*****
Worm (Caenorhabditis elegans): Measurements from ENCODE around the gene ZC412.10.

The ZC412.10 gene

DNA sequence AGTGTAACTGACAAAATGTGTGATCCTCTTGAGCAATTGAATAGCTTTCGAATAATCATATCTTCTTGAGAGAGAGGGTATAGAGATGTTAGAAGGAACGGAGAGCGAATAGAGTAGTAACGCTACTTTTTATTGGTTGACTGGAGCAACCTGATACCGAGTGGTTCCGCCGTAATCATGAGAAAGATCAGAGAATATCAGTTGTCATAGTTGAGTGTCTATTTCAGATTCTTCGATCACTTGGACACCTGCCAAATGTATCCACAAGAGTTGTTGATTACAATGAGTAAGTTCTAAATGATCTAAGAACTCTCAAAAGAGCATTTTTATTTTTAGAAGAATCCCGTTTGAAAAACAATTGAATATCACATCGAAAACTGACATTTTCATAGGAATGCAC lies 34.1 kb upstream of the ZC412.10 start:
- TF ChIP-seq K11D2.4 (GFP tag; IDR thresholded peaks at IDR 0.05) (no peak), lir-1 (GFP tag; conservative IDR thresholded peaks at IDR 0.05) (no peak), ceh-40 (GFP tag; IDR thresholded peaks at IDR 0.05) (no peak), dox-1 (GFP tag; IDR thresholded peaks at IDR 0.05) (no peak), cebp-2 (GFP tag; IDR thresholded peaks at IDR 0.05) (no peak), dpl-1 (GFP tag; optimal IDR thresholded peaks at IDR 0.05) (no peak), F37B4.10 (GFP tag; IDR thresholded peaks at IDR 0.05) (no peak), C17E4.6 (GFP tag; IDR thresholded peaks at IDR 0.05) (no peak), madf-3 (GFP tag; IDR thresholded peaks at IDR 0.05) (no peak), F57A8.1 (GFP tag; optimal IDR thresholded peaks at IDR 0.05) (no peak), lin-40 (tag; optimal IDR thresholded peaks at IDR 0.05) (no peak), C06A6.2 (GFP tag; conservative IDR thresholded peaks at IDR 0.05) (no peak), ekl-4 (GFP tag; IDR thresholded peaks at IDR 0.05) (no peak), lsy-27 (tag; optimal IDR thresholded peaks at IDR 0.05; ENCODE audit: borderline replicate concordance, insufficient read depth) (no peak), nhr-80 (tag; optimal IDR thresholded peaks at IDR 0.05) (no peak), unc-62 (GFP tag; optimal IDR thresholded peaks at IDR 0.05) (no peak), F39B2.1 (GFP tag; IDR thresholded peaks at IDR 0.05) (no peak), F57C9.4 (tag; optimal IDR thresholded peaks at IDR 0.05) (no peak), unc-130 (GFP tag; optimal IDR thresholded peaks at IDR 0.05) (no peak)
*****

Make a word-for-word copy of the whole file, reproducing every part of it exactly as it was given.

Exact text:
Worm (Caenorhabditis elegans): Measurements from ENCODE around the gene ZC412.10.

The ZC412.10 gene

DNA sequence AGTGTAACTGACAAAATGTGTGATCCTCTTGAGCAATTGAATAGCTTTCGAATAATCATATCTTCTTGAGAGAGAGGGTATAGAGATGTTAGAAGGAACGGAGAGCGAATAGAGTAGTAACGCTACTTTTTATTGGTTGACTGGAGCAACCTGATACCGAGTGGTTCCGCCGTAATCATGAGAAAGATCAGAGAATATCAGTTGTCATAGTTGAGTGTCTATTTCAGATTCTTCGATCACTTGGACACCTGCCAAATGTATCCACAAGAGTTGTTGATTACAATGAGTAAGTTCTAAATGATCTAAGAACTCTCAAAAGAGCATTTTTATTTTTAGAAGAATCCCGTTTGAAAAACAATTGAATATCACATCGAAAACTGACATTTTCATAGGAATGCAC lies 34.1 kb upstream of the ZC412.10 start:
- TF ChIP-seq K11D2.4 (GFP tag; IDR thresholded peaks at IDR 0.05) (no peak), lir-1 (GFP tag; conservative IDR thresholded peaks at IDR 0.05) (no peak), ceh-40 (GFP tag; IDR thresholded peaks at IDR 0.05) (no peak), dox-1 (GFP tag; IDR thresholded peaks at IDR 0.05) (no peak), cebp-2 (GFP tag; IDR thresholded peaks at IDR 0.05) (no peak), dpl-1 (GFP tag; optimal IDR thresholded peaks at IDR 0.05) (no peak), F37B4.10 (GFP tag; IDR thresholded peaks at IDR 0.05) (no peak), C17E4.6 (GFP tag; IDR thresholded peaks at IDR 0.05) (no peak), madf-3 (GFP tag; IDR thresholded peaks at IDR 0.05) (no peak), F57A8.1 (GFP tag; optimal IDR thresholded peaks at IDR 0.05) (no peak), lin-40 (tag; optimal IDR thresholded peaks at IDR 0.05) (no peak), C06A6.2 (GFP tag; conservative IDR thresholded peaks at IDR 0.05) (no peak), ekl-4 (GFP tag; IDR thresholded peaks at IDR 0.05) (no peak), lsy-27 (tag; optimal IDR thresholded peaks at IDR 0.05; ENCODE audit: borderline replicate concordance, insufficient read depth) (no peak), nhr-80 (tag; optimal IDR thresholded peaks at IDR 0.05) (no peak), unc-62 (GFP tag; optimal IDR thresholded peaks at IDR 0.05) (no peak), F39B2.1 (GFP tag; IDR thresholded peaks at IDR 0.05) (no peak), F57C9.4 (tag; optimal IDR thresholded peaks at IDR 0.05) (no peak), unc-130 (GFP tag; optimal IDR thresholded peaks at IDR 0.05) (no peak)